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On Sand and the Role of Grease in Labor Markets: How Does Germany Compare?

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  • Jörg Decressin
  • Anja Decressin
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    Abstract

    This paper investigates wage setting in (west) Germany using the German Socioeconomic Panel dataset on individuals and compares the findings with those available for the United Kingdom and the United States. The fraction of job stayers in (west) Germany who suffer unchanged wages or wage cuts compares with that in similar data for the Anglo-American countries, even after various adjustments for potential reporting errors. While nominal wages of job stayers are rigid downward, real wages are not. Nevertheless, the macroeconomic effects of the nominal rigidity are limited and cannot be weakened substantially by raising inflation.

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    Bibliographic Info

    Paper provided by International Monetary Fund in its series IMF Working Papers with number 02/164.

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    Length: 37
    Date of creation: 01 Sep 2002
    Date of revision:
    Handle: RePEc:imf:imfwpa:02/164

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    1. Azariadis, Costas, 1975. "Implicit Contracts and Underemployment Equilibria," Journal of Political Economy, University of Chicago Press, vol. 83(6), pages 1183-1202, December.
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    4. Jerry Hausman, 2001. "Mismeasured Variables in Econometric Analysis: Problems from the Right and Problems from the Left," Journal of Economic Perspectives, American Economic Association, vol. 15(4), pages 57-67, Fall.
    5. David E. Lebow & David J. Stockton & William L. Wascher, 1995. "Inflation, nominal wage rigidity, and the efficiency of labor markets," Finance and Economics Discussion Series 95-45, Board of Governors of the Federal Reserve System (U.S.).
    6. Mankiw, N Gregory, 1985. "Small Menu Costs and Large Business Cycles: A Macroeconomic Model," The Quarterly Journal of Economics, MIT Press, vol. 100(2), pages 529-38, May.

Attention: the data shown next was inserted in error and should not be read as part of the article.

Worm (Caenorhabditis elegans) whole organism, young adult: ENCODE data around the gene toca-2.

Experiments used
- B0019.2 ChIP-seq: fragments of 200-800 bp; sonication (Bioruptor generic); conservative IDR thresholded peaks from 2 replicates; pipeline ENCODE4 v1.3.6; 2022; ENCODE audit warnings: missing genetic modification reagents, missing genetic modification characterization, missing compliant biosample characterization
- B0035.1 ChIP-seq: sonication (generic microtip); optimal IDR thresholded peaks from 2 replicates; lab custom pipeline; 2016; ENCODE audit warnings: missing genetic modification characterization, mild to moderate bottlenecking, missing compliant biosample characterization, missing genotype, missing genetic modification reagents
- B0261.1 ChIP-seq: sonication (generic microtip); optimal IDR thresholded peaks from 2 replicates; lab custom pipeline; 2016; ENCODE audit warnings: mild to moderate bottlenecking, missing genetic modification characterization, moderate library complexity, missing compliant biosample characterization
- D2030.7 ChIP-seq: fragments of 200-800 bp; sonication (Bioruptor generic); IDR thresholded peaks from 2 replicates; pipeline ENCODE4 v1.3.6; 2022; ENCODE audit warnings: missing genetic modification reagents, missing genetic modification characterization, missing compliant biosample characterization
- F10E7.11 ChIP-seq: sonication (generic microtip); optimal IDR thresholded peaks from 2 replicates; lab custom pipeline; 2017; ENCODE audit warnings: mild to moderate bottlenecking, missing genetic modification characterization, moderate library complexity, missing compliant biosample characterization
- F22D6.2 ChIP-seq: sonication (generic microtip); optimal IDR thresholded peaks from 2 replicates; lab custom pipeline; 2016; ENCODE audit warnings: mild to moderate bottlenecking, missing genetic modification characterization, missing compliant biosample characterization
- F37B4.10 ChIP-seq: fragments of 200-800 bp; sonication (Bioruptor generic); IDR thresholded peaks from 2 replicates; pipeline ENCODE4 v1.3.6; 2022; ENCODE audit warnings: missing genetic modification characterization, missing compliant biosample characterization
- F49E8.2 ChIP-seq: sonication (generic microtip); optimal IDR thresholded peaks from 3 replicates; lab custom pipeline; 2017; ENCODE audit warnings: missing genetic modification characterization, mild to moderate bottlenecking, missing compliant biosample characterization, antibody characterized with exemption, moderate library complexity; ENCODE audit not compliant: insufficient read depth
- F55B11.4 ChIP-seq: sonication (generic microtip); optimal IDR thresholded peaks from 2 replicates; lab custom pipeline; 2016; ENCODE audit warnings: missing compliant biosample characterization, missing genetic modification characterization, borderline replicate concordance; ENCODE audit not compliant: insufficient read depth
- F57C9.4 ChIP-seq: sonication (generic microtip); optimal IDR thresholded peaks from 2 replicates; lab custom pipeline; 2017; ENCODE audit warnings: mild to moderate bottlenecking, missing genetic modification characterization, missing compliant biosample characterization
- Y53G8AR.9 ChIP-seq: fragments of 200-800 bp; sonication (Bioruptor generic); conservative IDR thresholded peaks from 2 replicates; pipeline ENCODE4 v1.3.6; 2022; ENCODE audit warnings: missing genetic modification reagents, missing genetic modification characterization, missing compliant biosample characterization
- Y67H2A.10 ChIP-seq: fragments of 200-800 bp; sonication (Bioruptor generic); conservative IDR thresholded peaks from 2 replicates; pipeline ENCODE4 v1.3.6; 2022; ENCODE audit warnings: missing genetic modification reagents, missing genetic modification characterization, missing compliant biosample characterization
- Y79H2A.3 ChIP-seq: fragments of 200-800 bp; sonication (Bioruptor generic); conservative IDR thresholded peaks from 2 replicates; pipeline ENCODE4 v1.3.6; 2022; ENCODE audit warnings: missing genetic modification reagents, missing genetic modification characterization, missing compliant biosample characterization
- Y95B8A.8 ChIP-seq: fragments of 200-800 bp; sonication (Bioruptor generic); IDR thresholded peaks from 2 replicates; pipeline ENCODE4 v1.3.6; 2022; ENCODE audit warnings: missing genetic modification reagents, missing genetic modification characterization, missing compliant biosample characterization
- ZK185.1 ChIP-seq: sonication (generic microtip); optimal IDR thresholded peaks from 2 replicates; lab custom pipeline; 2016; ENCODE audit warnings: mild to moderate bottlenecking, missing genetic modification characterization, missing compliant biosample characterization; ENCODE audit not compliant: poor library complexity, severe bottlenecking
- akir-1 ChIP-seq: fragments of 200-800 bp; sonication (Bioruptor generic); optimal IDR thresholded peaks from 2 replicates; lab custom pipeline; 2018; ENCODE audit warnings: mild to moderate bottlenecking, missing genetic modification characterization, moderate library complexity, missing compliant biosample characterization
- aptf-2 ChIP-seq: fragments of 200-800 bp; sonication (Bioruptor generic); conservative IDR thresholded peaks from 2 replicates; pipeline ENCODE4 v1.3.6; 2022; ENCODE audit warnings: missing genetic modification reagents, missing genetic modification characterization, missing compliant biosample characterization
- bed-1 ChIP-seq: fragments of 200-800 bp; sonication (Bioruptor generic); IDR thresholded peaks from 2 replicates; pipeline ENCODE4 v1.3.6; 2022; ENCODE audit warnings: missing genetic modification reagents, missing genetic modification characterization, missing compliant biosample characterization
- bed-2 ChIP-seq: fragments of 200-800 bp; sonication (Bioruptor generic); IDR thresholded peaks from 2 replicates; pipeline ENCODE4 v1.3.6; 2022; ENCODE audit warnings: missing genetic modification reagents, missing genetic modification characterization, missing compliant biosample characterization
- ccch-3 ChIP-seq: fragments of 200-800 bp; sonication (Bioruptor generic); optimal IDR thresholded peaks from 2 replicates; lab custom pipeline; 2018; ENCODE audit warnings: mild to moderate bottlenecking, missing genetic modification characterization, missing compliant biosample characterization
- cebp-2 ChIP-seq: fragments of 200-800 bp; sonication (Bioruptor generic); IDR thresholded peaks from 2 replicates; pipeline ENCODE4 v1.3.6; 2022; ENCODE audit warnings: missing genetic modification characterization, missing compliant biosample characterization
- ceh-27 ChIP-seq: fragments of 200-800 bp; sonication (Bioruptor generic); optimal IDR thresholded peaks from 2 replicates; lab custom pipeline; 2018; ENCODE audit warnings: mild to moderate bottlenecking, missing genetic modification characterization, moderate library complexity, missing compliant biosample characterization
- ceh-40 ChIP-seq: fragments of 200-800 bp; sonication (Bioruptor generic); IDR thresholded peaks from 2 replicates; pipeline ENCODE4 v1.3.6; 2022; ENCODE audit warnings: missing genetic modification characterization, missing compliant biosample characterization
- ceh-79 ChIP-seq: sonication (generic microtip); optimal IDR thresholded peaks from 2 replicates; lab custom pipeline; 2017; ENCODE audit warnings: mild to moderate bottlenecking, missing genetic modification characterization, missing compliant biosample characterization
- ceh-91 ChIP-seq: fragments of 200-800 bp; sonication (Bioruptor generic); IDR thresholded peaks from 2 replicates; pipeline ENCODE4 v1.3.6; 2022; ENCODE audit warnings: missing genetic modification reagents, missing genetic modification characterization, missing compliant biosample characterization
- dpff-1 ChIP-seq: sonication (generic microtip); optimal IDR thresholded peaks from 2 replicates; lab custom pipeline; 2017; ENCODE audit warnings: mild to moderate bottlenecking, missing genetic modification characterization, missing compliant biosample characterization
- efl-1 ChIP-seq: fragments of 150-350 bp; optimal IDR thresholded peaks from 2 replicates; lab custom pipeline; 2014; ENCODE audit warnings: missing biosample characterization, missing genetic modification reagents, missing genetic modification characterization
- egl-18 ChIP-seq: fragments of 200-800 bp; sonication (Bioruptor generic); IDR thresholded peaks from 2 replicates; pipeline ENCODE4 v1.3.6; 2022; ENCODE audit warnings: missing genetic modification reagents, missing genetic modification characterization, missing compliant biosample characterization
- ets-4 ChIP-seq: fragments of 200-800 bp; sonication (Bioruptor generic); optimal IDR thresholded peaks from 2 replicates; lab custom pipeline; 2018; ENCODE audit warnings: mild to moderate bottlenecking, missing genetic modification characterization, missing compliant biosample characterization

7. Stephen Nickell & Glenda Quintini, 2001. "Nominal wage rigidity and the rate of inflation," LSE Research Online Documents on Economics 20131, London School of Economics and Political Science, LSE Library.
    8. Eswar Prasad, 2000. "The Unbearable Stability of the German Wage Structure - Evidence and Interpretation," IMF Working Papers 00/22, International Monetary Fund.
    9. Burda, Michael C. & Mertens, Antje, 1999. "Estimating wage losses of displaced workers in Germany," SFB 373 Discussion Papers 1999,35, Humboldt University of Berlin, Interdisciplinary Research Project 373: Quantification and Simulation of Economic Processes.
    10. Grund, Christian, 1999. "Stigma effects of layoffs?: Evidence from German micro-data," Economics Letters, Elsevier, vol. 64(2), pages 241-247, August.
    11. Bound, John & Krueger, Alan B, 1991. "The Extent of Measurement Error in Longitudinal Earnings Data: Do Two Wrongs Make a Right?," Journal of Labor Economics, University of Chicago Press, vol. 9(1), pages 1-24, January.
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    13. McLaughlin, Kenneth J., 1994. "Rigid wages?," Journal of Monetary Economics, Elsevier, vol. 34(3), pages 383-414, December.
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    15. Joseph G. Altonji & Paul J. Devereux, 1999. "The Extent and Consequences of Downward Nominal Wage Rigidity," NBER Working Papers 7236, National Bureau of Economic Research, Inc.
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    Cited by:
    1. Thomas Beissinger & Christoph Knoppik, 2006. "Downward Nominal Wage Rigidity in Europe: An Analysis of European Micro Data from the ECHP 1994-2001," Diskussionspapiere aus dem Institut für Volkswirtschaftslehre der Universität Hohenheim 275/2006, Department of Economics, University of Hohenheim, Germany.
    2. von Hagen, Jurgen & Hofmann, Boris, 2004. "Macroeconomic implications of low inflation in the euro area," The North American Journal of Economics and Finance, Elsevier, vol. 15(1), pages 5-23, March.
    3. Thomas Beissinger & Chritoph Knoppik, 2005. "Sind Nominallöhne starr? Neuere Evidenz und wirtschaftspolitische Implikationen," Perspektiven der Wirtschaftspolitik, Verein für Socialpolitik, vol. 6(2), pages 171-188, 05.
    4. Athanasios Vamvakidis, 2009. "Regional Wage Differentiation and Wage Bargaining Systems in the European Union," Financial Theory and Practice, Institute of Public Finance, vol. 33(1), pages 73-87.

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